The Wallabies front-row stocks to face Fiji have taken a hit with key strike weapon Taniela Tupou under an injury cloud ahead of their crucial Rugby World Cup pool match in Saint-Etienne.
Tupou was one of Australia’s best in their tournament-opening win over Georgia in Paris but didn’t train with the team on Wednesday due to a hamstring complaint.
The Wallabies already have props James Slipper and Pone Fa’amausili in doubt with the pair missing the 35-15 victory over the Georgians.
Slipper has been sidelined with a foot issue and was in and out of their session, seen in the early stages doing some boxing drills.
Wallabies assistant Jason Ryles said Tupou hadn’t been ruled out just yet.
The 27-year-old was key to Australia’s dominance in the scrum against Georgia while he also set up a second-half try, racing down-field before throwing a looping pass for Ben Donaldson to score.
“Taniela is on the sideline at the moment, he has got a bit of a hamstring complaint but we’re just going to monitor him and just see how he goes over the next couple of days,” Ryles said.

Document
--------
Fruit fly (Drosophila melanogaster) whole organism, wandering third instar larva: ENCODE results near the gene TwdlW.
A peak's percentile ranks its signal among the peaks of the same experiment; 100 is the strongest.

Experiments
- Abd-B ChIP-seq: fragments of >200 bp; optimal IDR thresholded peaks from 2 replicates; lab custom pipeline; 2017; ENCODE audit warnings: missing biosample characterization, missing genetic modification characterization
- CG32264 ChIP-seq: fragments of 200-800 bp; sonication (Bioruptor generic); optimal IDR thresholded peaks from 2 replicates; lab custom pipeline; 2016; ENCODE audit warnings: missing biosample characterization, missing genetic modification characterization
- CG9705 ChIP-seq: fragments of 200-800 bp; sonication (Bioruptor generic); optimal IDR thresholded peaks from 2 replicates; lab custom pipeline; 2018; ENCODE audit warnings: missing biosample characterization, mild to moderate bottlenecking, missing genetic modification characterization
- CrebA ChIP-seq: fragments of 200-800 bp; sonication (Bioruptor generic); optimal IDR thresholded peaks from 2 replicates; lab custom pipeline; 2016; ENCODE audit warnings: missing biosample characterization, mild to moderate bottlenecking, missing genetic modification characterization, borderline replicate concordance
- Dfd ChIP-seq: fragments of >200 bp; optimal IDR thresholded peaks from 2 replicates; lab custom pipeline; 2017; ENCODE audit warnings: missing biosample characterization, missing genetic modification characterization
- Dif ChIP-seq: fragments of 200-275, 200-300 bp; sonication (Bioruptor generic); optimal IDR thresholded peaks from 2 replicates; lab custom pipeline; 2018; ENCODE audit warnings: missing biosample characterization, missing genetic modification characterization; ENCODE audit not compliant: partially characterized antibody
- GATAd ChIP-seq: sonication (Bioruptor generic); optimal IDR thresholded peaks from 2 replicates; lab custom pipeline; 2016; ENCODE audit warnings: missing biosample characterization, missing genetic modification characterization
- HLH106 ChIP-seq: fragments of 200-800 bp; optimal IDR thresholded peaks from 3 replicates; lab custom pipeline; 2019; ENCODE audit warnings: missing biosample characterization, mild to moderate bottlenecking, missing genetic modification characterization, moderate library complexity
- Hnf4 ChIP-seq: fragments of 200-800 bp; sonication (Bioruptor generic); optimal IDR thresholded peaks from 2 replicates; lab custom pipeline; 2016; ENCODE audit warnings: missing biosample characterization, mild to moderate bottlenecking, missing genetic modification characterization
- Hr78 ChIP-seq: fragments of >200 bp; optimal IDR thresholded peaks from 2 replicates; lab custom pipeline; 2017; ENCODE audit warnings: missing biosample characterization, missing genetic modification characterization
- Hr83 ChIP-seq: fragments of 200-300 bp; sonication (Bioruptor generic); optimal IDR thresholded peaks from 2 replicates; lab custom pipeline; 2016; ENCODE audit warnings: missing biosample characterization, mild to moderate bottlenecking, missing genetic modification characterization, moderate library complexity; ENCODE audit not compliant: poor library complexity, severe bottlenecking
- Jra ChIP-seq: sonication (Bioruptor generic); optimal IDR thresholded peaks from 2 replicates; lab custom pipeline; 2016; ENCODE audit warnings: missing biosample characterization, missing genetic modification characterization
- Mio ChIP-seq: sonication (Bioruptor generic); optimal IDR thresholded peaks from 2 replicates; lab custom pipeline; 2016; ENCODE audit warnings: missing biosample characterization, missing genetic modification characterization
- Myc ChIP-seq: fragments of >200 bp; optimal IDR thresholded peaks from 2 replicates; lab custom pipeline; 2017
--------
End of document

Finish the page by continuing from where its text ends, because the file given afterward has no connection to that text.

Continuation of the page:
“He didn’t train today but that’s not unusual for Taniela, don’t worry.”
With 131 caps, Slipper is by far the most experienced player in the Wallabies camp, lining up for his fourth World Cup
The 34-year-old loosehead was wearing a moon boot in France as he tried to overcome a tendon injury in his foot while tighthead Fa’amausili has been battling a calf issue.
“Slips (Slipper) has been managed at this stage,” said Ryles.
“I think he’s certainly in the picture but we’re not exactly sure how that’s going to pan out, whether it’s this week or next week.
“Himself and Pone have been doing a lot of stuff off field and then dropping into training at different stages with what their injuries allow them to and what the medical team allow them.”
With Australia taking on fellow big guns Wales in their third game, which could decide who tops the pool, coach Eddie Jones wants to get game time into Slipper against Fiji but can’t afford to carry him on the bench if he’s not 100 per cent.
Ryles said they weren’t looking ahead to Wales, aware of the massive challenge posed by Fiji, who shocked England in their World Cup warm-up match.
“It’s very cliched but all we’ve got on our minds is this week and how best we can prepare for that,” the former Melbourne and Sydney Roosters NRL assistant coach said.
“We want to get our next couple of days right and play the best we can and we believe if we play near our best, then we’re going to be hard to beat,” he said.